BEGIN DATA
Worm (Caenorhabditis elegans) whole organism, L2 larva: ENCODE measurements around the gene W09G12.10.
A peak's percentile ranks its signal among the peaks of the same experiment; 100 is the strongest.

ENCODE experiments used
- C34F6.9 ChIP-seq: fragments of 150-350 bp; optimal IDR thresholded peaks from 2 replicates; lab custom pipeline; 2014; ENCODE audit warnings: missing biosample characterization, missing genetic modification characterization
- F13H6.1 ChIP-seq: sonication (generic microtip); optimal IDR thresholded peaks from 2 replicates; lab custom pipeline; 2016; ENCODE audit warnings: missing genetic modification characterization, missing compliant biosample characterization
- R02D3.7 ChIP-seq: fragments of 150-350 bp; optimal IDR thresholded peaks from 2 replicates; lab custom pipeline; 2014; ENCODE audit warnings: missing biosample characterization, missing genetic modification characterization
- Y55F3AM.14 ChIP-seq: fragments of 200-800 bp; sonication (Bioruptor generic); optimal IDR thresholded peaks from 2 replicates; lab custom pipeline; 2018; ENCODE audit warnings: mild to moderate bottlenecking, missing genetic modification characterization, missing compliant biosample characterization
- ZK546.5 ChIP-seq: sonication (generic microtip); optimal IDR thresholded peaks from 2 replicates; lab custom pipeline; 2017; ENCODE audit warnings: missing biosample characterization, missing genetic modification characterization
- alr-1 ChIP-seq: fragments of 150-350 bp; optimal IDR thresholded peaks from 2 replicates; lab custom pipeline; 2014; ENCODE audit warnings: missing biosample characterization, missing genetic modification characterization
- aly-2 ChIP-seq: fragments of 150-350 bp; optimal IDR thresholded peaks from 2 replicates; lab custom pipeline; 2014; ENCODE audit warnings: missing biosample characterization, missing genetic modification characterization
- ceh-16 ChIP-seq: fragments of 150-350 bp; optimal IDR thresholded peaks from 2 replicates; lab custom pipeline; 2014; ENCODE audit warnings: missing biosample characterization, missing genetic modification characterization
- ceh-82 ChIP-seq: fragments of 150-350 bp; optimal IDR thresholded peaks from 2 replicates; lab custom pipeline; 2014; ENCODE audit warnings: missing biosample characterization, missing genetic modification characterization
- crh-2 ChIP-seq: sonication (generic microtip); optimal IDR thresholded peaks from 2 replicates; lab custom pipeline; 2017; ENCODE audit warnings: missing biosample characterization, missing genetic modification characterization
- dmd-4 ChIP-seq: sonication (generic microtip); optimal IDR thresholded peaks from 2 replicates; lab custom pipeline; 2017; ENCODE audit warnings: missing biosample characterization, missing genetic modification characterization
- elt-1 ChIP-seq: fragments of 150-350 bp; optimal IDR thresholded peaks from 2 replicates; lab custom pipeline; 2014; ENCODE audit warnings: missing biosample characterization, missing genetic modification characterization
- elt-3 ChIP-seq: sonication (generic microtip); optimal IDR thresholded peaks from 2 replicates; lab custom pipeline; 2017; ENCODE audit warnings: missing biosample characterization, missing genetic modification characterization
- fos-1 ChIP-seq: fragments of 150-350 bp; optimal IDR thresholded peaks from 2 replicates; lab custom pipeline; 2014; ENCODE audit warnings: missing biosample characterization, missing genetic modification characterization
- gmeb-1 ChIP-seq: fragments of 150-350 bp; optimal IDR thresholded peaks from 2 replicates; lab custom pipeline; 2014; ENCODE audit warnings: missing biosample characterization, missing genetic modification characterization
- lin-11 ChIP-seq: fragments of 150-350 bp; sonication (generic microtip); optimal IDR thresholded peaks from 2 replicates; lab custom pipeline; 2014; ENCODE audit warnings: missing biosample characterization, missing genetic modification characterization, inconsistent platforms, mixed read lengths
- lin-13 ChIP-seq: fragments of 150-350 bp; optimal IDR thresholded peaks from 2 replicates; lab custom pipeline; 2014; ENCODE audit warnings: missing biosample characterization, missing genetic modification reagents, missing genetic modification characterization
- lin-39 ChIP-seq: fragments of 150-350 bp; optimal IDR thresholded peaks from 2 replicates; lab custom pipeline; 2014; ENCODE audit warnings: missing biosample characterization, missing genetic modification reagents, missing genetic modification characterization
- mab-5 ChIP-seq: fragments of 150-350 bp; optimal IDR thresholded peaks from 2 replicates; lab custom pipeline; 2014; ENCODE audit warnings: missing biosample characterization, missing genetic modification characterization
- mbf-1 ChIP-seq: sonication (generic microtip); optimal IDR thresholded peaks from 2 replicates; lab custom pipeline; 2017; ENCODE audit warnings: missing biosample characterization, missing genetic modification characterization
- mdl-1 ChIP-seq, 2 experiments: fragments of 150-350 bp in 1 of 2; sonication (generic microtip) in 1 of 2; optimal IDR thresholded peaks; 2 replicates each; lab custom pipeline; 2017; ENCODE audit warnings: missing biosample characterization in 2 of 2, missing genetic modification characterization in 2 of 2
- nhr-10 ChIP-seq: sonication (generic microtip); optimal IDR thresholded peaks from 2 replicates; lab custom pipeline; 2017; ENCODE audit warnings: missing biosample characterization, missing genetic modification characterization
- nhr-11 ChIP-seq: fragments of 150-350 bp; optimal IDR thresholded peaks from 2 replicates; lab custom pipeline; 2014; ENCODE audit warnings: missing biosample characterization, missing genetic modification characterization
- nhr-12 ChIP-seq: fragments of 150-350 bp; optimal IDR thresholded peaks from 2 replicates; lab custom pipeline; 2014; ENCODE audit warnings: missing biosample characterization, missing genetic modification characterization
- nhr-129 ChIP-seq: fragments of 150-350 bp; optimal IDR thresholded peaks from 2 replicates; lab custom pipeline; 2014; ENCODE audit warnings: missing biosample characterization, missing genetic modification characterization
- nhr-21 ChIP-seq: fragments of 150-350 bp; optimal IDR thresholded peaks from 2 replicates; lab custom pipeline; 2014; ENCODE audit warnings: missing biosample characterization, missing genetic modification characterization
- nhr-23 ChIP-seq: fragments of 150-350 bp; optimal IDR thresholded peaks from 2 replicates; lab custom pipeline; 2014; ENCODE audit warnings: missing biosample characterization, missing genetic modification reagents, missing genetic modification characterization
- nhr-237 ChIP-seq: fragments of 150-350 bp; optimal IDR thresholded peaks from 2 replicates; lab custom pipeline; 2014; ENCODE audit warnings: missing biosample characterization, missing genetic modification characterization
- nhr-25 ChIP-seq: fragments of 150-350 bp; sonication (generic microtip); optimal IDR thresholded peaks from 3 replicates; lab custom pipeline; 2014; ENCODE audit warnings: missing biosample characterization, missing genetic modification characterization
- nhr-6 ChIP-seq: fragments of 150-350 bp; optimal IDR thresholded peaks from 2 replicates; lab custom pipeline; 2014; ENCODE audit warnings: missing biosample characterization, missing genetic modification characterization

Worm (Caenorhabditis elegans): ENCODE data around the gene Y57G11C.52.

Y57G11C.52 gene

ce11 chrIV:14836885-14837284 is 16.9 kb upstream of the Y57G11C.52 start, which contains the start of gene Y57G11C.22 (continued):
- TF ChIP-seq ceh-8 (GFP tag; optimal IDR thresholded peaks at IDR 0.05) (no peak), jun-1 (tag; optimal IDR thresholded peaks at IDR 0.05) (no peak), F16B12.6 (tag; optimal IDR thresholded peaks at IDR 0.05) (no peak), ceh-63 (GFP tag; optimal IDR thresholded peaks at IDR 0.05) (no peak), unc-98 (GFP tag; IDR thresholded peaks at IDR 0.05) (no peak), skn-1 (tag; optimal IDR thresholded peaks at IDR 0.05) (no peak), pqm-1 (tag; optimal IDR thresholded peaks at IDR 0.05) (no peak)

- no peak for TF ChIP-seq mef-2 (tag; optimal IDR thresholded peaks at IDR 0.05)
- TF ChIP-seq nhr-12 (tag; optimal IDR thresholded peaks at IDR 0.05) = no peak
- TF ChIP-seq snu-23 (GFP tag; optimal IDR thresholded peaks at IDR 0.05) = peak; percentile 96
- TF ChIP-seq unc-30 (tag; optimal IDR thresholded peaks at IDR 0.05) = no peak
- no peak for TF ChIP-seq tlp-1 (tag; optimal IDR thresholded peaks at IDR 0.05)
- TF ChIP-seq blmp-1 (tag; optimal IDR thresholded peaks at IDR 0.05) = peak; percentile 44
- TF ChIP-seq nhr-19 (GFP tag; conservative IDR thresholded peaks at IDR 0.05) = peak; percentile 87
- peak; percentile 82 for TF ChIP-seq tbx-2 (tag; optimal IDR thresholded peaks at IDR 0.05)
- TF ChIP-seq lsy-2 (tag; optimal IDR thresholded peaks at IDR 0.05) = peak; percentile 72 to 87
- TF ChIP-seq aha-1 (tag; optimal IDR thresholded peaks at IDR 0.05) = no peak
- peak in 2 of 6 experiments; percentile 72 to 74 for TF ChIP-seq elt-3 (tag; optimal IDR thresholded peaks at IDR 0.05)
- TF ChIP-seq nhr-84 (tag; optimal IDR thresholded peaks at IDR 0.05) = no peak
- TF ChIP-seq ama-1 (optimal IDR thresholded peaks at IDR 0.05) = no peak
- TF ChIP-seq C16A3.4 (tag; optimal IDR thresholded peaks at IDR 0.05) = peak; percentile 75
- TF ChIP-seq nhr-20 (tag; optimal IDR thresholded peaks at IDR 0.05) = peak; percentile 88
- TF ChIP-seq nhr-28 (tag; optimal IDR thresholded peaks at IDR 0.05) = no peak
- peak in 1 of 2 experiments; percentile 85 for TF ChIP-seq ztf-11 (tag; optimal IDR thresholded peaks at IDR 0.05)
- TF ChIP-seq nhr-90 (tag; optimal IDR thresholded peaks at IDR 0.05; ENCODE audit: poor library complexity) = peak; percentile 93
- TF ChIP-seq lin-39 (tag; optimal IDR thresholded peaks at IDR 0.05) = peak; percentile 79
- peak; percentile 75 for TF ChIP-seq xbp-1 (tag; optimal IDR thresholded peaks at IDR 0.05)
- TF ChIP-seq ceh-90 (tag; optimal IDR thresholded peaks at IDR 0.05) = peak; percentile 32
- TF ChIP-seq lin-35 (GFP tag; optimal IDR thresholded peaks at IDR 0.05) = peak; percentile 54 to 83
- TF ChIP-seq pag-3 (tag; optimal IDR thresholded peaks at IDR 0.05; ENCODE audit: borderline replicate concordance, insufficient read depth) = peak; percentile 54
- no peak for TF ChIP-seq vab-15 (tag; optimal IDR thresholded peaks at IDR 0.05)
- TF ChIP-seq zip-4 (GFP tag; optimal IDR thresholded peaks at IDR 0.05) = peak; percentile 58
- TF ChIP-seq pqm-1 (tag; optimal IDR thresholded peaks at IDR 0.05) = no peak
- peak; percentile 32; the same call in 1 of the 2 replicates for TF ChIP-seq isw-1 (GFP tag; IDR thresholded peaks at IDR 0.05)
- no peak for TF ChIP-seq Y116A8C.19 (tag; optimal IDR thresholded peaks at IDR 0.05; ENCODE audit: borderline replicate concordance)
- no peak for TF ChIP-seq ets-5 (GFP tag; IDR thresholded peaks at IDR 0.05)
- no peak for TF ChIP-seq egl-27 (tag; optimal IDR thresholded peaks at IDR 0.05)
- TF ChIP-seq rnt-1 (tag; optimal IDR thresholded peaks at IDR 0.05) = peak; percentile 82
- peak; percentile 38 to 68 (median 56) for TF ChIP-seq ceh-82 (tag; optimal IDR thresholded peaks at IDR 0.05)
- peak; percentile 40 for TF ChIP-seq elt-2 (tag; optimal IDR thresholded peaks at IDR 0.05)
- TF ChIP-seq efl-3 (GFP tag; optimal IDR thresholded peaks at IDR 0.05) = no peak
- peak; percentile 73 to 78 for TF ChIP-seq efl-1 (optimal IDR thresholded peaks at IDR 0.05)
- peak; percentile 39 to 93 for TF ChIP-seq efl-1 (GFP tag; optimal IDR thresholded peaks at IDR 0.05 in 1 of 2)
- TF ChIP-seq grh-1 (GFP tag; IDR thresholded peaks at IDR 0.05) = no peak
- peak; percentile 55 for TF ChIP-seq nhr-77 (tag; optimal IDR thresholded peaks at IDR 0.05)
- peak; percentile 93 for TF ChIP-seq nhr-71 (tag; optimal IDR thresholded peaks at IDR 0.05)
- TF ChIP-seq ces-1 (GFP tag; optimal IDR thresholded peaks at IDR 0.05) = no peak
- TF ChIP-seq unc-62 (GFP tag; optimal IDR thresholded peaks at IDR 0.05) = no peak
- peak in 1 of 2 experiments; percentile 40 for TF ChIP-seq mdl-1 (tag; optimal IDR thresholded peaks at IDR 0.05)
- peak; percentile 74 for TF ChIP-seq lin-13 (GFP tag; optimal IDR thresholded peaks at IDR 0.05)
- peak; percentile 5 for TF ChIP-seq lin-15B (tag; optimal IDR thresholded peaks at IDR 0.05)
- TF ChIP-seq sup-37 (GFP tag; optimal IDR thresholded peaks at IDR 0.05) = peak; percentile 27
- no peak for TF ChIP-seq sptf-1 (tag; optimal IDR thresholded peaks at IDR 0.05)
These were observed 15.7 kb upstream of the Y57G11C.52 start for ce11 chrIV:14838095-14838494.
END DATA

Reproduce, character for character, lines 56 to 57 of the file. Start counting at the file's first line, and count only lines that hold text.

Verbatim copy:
- TF ChIP-seq lin-39 (tag; optimal IDR thresholded peaks at IDR 0.05) = peak; percentile 79
- peak; percentile 75 for TF ChIP-seq xbp-1 (tag; optimal IDR thresholded peaks at IDR 0.05)